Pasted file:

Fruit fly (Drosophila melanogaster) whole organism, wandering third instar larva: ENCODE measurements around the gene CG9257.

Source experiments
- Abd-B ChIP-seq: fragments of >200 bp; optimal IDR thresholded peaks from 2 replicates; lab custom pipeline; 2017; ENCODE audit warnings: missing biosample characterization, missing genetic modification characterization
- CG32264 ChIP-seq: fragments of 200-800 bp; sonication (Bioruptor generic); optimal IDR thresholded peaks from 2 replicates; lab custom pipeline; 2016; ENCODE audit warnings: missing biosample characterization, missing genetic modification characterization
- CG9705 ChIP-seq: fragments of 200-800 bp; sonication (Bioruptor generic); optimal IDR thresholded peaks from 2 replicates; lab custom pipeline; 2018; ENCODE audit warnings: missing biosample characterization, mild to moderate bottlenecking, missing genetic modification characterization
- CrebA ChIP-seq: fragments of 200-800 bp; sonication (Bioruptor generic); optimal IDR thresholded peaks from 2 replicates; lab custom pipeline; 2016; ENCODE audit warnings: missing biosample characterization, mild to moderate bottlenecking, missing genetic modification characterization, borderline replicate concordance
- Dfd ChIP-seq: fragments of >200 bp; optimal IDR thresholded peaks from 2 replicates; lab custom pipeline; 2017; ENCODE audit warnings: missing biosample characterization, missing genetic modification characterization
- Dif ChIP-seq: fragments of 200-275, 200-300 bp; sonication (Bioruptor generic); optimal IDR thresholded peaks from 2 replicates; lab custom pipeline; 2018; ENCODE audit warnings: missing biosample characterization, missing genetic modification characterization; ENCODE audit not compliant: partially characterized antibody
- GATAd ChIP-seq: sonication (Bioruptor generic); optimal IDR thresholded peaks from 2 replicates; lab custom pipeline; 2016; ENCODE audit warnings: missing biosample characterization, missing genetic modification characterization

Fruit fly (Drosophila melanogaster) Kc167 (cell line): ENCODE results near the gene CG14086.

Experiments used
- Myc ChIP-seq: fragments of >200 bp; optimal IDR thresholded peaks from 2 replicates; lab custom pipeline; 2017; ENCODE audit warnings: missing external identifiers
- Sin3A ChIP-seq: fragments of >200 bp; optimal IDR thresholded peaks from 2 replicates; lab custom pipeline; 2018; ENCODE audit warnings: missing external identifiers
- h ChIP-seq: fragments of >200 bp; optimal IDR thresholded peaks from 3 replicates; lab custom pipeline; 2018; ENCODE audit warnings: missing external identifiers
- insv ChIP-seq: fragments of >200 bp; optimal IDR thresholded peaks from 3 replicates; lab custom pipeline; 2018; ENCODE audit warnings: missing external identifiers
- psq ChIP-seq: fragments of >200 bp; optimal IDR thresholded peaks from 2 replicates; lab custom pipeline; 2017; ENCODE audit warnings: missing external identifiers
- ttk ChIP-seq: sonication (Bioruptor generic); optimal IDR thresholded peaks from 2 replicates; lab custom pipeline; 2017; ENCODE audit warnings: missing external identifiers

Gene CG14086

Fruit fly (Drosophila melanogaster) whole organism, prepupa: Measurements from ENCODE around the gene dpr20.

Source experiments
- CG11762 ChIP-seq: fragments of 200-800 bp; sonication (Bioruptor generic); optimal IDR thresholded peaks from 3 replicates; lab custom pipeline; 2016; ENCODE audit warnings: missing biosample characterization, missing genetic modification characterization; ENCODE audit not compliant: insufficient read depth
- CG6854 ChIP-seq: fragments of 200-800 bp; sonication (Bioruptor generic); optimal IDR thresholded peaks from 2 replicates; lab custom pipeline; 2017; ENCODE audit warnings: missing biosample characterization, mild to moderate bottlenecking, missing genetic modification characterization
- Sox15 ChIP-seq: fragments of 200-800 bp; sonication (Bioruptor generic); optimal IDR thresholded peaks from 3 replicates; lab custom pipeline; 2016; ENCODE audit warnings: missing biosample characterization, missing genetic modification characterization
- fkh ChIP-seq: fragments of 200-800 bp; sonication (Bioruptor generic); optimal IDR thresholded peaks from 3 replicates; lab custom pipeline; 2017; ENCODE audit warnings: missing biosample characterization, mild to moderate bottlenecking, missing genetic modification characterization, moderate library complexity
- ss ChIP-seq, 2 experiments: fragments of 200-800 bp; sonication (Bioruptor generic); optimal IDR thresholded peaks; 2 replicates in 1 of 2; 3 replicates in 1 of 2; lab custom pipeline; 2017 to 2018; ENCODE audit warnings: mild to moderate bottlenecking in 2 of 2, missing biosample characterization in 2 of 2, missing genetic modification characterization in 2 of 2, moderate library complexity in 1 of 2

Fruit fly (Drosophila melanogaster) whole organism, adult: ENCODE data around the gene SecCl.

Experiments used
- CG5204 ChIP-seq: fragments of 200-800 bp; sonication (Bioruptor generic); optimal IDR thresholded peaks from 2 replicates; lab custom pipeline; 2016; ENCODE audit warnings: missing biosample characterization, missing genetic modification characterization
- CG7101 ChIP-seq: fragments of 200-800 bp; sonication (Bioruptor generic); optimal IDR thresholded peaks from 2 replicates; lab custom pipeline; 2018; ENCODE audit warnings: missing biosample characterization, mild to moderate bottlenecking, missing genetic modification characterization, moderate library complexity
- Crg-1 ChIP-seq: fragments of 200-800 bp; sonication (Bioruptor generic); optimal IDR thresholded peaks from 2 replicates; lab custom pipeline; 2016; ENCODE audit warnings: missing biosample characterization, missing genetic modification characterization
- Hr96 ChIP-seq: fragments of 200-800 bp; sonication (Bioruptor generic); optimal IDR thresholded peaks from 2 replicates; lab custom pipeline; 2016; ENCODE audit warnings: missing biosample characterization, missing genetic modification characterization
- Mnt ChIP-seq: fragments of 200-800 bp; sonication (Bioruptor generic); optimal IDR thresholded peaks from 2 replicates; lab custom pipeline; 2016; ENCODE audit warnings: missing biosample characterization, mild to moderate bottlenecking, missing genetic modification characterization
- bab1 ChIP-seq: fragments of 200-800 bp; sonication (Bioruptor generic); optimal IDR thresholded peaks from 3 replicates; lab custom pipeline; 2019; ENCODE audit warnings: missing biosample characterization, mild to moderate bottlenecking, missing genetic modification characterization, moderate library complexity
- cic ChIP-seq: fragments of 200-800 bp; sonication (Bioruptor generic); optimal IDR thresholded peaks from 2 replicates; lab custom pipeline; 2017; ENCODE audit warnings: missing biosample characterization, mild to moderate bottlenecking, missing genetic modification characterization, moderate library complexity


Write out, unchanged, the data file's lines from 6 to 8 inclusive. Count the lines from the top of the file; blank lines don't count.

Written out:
- CrebA ChIP-seq: fragments of 200-800 bp; sonication (Bioruptor generic); optimal IDR thresholded peaks from 2 replicates; lab custom pipeline; 2016; ENCODE audit warnings: missing biosample characterization, mild to moderate bottlenecking, missing genetic modification characterization, borderline replicate concordance
- Dfd ChIP-seq: fragments of >200 bp; optimal IDR thresholded peaks from 2 replicates; lab custom pipeline; 2017; ENCODE audit warnings: missing biosample characterization, missing genetic modification characterization
- Dif ChIP-seq: fragments of 200-275, 200-300 bp; sonication (Bioruptor generic); optimal IDR thresholded peaks from 2 replicates; lab custom pipeline; 2018; ENCODE audit warnings: missing biosample characterization, missing genetic modification characterization; ENCODE audit not compliant: partially characterized antibody